Friday, April 30, 2010


Last week, we examined why Americans shouldn’t so easily tolerate the use of the medium of television to show the way the Prophet Muhammad looked or spoke. But this week, I’d like to address some comments that were even more offensive than anything that has been aired on South Park. I can’t even repeat these comments without shaking my head in disbelief. They are a perfect example of one human being treating another purely as an “It” instead of a “Thou.” Indeed, it is difficult to envision a clearer instance of how mere speech can strip a human being of his humanity.

I’m referring to an incident that occurred during a meeting between a football player, Oklahama State wide receiver Dez Bryant, and Jeff Ireland, general manager of the Miami Dolphins. At the time of the incident, Bryant was just a kid with a dream. He had finished his college football career and was attempting to entice an NFL team to draft him. One of the teams that expressed interest in Bryant was the Miami Dolphins. Therefore, when it came time for Bryant to sit down with Dolphins General Manager Jeff Ireland, it’s not hard to imagine who had the power in that relationship. Bryant was desperate to make a great impression so he could realize his lifelong goal: to become a professional football player. And Ireland knew that he could say just about anything he wanted to Bryant and continue to be treated with the utmost respect and deference.

So here’s the question that the well-heeled white businessman, Mr. Ireland, popped to the poor young black man, Mr. Bryant: Is your mother a prostitute?

If you don’t know anything about football you might think that Bryant would have responded by popping Ireland in the mouth. Nobody would have blamed him if he had. But in the context of a pre-draft interview, Bryant could not possibly do anything to insult Ireland and lessen his chances of becoming a Dolphin. “I got really mad, really mad,” Bryant later told a reporter. “But I didn’t show it.” Presumably, he answered “no” to the question and Ireland continued along with his “due diligence” interrogation as if no boundary had been crossed.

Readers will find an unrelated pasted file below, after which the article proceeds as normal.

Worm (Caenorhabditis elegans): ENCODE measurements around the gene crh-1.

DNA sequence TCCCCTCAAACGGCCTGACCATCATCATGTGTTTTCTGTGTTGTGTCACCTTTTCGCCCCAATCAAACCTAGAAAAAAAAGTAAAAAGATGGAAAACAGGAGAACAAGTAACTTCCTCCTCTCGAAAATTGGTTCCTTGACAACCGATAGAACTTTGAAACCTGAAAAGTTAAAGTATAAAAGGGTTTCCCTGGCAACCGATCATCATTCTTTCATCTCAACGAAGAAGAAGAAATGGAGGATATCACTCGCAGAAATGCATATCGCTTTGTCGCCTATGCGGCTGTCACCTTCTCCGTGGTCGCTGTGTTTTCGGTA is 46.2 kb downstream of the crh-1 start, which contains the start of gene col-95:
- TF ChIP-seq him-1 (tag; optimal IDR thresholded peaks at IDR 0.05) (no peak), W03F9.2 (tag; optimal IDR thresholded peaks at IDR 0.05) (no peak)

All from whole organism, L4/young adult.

After he was drafted by the Dallas Cowboys, Bryant revealed the conversation to the media. Needless to say, it caused many a jaw to drop and many a finger to point in Ireland’s direction. And here was Ireland’s obligatory response: "My job is to find out as much information as possible about a player that I'm considering drafting. Sometimes that leads to asking in-depth questions...Having said that, I talked to Dez Bryant and told him I used poor judgment in one of the questions I asked him. I certainly meant no disrespect and apologized to him."

It sounds so matter-of-fact, doesn’t it -- like he overslept, was late for a meeting, and was attempting to explain why. But at least there was some expression of regret. Here’s how the Dolphins’ owner, Stephen Ross, characterized the incident: "As an owner of many companies and organizations, including the Miami Dolphins, I have always strived to comply with the highest standards in all aspects of my businesses including recruiting. In interviewing employees we always look to obtain relevant and appropriate information in adherence with the best industry practices."

Is Mr. Ross single-handedly attempting to disapprove the hypothesis that human beings have a soul? Perhaps so, because his comment epitomizes what it means to be soulless.

If this were The Godfather, you’d know exactly how Michael Corleone would explain Ireland’s little gaffe: “it’s not personal, it’s just business.” And in fact, that pretty much sums it up. Ireland is a businessman doing the job he was paid to do. Bryant had a “history” and apparently, so did his mother. And the Dolphins were considering whether to invest millions of dollars – not to mention their first round draft pick – in his future. Understandably, they felt the need to evaluate his character.